Soybean is often attacked by fungal infections during cultivation or postharvest. These fungi can be potential mycotoxin producers. The most frequently studied mycotoxins are produced by species of Aspergillus, Penicillium, Fusarium, and Alternaria . The occurrence of fungi in soybean seeds has received far more attention than the occurrence of fungi in pods and flowers. This is understandable from a practical standpoint: Infected seeds and infected seedlings developing from them represent greater economic risks in soybean production, and seed contamination with mycotoxins represents a health risk to humans and animals. The Fusarium species identified are: F. equiseti, most frequently recovered from flowers, pods, and seeds (40%), followed by F. semitectum (27%) and F. graminearum (11%). Members of Fusarium genus are known to produce a broad spectrum of toxins including trichothecenes A and B. Among B-type trichothecenes, deoxynivalenol (DON) and nivalenol are important mycotoxins produced by members of the F. graminearum species complex. DON is the most distributed Fusarium mycotoxin and occurs worldwide in crops from temperate regions. Most Alternaria species are opportunistic plant pathogens. Alternaria species are also well known as postharvest pathogens. Some Alternaria species are well known for the production of toxic secondary metabolites, some of which are powerful mycotoxins that have been implicated in the development of cancer in mammals. Among these metabolites with mammalian toxicity are alternariol (AOH) and AOH monomethyl ether (AME). Recently it has been reported that AOH and AME possess cytotoxic, genotoxic, and mutagenic properties in vitro. Tenuazonic acid (TA) is a mycotoxin and phytotoxin, produced primarily by A. alternata. TA has been shown to be more toxic than other mycotoxins produced by Alternaria species such as AE, AOH, and AME. These mycotoxins have been demonstrated to be produced by Alternaria species on wheat, tomato, sorghum, pecans, sunflower, and cotton.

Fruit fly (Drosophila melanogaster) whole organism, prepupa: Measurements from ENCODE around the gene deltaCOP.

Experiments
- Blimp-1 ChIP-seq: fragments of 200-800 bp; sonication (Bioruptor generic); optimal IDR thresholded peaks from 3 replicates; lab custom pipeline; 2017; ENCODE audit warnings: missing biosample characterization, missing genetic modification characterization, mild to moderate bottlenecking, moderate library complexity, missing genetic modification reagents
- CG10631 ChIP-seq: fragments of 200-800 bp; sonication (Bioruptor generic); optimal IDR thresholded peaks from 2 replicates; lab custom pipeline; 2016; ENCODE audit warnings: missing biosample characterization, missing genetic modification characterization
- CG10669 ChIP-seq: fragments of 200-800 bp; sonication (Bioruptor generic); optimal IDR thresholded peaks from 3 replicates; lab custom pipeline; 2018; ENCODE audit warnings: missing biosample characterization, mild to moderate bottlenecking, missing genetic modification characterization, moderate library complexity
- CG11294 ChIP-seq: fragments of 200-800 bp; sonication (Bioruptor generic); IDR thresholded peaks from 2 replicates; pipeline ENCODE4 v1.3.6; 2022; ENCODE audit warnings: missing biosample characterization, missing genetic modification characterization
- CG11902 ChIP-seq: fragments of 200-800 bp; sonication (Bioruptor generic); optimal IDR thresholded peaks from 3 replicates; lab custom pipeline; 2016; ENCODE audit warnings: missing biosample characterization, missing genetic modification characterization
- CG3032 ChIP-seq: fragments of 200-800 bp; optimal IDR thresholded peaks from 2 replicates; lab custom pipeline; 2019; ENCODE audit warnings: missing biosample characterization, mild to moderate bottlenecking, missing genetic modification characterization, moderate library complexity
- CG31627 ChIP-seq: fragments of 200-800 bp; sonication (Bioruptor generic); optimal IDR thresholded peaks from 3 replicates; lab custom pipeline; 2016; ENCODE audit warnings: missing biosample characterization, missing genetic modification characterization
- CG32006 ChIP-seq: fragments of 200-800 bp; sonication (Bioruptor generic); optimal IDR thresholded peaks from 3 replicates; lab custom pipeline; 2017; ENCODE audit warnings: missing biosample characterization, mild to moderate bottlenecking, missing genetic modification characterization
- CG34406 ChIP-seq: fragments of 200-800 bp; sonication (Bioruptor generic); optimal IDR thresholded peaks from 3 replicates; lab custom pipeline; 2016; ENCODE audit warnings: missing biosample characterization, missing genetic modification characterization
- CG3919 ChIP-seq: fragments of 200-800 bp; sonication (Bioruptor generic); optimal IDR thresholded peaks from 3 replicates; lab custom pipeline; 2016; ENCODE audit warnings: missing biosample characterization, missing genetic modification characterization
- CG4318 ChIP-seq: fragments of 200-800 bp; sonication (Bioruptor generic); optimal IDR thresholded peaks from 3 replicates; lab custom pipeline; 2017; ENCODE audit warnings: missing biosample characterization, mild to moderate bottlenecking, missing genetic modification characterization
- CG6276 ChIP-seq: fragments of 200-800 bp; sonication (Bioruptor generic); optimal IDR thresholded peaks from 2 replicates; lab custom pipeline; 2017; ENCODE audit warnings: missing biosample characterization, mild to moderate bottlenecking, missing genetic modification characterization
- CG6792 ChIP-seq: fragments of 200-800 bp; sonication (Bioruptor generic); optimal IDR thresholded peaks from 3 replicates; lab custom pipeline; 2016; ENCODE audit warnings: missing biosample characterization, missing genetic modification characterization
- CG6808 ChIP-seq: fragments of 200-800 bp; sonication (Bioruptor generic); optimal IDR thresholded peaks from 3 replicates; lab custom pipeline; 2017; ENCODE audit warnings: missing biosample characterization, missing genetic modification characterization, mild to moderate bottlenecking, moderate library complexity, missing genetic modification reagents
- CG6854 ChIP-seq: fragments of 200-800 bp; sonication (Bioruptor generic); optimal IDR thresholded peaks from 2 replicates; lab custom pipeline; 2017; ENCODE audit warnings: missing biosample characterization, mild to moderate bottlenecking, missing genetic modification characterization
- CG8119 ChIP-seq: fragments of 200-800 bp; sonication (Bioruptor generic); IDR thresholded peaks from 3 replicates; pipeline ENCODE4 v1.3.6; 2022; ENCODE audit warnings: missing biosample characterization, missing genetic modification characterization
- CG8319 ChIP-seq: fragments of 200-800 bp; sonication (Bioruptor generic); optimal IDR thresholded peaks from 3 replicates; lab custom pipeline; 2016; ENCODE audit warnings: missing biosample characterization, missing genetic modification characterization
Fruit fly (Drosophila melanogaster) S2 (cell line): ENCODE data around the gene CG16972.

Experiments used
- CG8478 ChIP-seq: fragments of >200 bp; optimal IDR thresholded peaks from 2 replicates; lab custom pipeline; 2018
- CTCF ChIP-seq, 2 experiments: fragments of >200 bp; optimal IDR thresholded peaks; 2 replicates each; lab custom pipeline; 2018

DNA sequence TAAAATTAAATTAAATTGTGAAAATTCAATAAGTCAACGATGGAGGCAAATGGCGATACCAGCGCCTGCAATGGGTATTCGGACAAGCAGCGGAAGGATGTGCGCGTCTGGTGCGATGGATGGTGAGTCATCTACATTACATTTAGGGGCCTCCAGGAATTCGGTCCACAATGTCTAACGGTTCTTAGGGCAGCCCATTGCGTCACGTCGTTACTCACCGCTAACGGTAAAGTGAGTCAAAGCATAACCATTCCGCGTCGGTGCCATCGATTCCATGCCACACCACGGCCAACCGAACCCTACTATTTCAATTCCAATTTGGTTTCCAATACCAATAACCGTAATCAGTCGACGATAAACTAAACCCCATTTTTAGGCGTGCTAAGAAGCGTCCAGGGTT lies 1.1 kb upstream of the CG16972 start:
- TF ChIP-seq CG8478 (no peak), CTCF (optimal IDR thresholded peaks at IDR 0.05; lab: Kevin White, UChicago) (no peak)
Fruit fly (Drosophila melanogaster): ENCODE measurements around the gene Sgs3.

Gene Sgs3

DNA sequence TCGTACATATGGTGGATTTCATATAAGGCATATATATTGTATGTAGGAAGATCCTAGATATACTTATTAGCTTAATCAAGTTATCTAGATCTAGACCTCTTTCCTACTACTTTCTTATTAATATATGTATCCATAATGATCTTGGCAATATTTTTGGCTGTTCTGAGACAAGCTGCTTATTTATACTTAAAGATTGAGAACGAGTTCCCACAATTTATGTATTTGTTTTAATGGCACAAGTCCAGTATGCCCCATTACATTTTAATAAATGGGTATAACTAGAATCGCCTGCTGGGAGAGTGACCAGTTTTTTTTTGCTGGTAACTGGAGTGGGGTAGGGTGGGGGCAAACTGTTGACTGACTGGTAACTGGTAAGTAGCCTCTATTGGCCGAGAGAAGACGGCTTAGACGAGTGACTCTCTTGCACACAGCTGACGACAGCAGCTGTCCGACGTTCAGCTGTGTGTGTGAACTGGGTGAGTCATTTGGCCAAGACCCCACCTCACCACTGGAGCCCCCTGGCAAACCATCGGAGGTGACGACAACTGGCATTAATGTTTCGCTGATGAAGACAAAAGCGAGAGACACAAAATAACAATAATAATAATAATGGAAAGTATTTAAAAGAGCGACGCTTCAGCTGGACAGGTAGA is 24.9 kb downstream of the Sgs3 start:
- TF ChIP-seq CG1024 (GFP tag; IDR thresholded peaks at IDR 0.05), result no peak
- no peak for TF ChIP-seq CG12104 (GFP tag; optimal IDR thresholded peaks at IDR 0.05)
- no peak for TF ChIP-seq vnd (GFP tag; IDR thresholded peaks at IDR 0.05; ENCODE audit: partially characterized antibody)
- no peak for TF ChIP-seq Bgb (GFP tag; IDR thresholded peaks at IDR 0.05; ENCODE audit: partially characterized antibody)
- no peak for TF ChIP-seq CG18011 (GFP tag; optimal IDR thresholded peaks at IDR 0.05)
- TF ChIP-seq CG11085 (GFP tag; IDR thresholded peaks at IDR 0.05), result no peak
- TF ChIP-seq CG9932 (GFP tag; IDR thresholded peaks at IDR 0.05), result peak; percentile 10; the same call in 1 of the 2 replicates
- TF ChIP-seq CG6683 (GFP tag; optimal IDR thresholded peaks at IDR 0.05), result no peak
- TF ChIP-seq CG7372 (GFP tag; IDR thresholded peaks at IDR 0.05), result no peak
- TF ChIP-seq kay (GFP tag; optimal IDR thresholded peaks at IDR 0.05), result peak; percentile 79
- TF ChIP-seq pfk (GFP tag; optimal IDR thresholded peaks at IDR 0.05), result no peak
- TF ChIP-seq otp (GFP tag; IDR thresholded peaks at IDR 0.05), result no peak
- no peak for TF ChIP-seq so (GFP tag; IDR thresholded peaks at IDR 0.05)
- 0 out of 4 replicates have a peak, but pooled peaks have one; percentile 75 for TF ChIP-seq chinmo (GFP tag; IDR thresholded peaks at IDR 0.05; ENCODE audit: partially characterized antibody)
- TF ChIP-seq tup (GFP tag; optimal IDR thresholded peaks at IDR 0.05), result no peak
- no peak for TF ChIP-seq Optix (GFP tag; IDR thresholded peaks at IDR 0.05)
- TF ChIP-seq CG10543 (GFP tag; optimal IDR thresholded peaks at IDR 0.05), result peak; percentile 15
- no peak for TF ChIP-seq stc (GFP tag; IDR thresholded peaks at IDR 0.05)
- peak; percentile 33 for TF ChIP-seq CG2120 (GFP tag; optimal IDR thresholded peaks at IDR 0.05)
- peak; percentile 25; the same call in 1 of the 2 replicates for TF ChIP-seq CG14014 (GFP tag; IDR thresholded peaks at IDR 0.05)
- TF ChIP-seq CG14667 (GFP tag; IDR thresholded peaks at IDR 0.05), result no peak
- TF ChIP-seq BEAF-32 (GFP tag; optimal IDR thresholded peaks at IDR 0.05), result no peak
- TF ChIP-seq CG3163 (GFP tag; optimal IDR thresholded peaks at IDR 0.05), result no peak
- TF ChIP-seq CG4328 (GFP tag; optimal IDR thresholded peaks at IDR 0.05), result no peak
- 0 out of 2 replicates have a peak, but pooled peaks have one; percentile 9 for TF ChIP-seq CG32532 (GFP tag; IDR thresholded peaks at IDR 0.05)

Dispersal through seed contamination is particularly important for species like weedy rice/red rice (Oryza sativa L.) and is a primary mechanism for weeds to invade rice fields. In many countries where DSR is practiced, weedy rice has emerged as a major threat ( Baki et al., 2000; Kumar and Ladha, 2011; Rao and Chauhan, 2015; Ziska et al., 2015 ). It has been estimated that even just two red rice seeds per kg of rice, seeded in a rice field, can produce 100 kg/ha of red rice within three seasons ( Noldin, 2000 ). In many Asian countries, seed contamination far exceeds this level, particularly among farmers who save their own seeds. In Vietnam, 314 weedy rice seeds were found per kg of rice seed ( Mai et al., 1998 ). Another survey in Vietnam found that more than one-third of rice seed samples were contaminated with weedy rice seeds ( Mai et al., 2000 ). In Thailand, farmers generally save seeds or obtain these from other farmers’ apparently clean crop. Maneechote et al. (2004) found up to 4000 weedy rice seeds in 1 kg of an apparently clean seed. In Arkansas, USA, seed contamination is thought to be an important factor contributing to the spread of weedy/red rice ( Norsworthy et al., 2007 ). Although there is theoretically zero tolerance for red rice in certified seeds ( Anonymous, 2006 ), several consultants report that seed contamination in certified seeds occurs. Moreover an uncertain number of farmers plant noncertified seeds for which contamination with red rice is not regulated.